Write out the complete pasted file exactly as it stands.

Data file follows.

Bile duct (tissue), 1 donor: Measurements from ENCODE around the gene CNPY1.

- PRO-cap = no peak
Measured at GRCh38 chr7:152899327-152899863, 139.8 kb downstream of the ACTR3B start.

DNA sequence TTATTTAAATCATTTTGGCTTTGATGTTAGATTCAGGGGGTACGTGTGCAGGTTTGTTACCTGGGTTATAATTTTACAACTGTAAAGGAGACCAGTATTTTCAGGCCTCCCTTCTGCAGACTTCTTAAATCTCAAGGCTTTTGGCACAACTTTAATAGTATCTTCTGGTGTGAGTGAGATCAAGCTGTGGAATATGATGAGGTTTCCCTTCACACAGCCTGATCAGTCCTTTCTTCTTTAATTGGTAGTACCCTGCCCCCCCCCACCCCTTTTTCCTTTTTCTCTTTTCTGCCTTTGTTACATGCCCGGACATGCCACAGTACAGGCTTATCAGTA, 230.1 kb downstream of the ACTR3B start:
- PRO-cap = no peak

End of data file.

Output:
Bile duct (tissue), 1 donor: Measurements from ENCODE around the gene CNPY1.

- PRO-cap = no peak
Measured at GRCh38 chr7:152899327-152899863, 139.8 kb downstream of the ACTR3B start.

DNA sequence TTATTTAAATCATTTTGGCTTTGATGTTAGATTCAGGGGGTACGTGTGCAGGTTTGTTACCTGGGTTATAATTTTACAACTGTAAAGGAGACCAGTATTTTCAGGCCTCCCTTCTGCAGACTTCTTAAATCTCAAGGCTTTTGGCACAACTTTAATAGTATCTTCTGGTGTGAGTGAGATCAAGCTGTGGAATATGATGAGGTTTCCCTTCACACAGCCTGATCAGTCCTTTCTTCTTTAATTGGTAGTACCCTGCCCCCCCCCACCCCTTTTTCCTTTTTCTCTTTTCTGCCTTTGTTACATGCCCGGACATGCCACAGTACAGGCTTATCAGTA, 230.1 kb downstream of the ACTR3B start:
- PRO-cap = no peak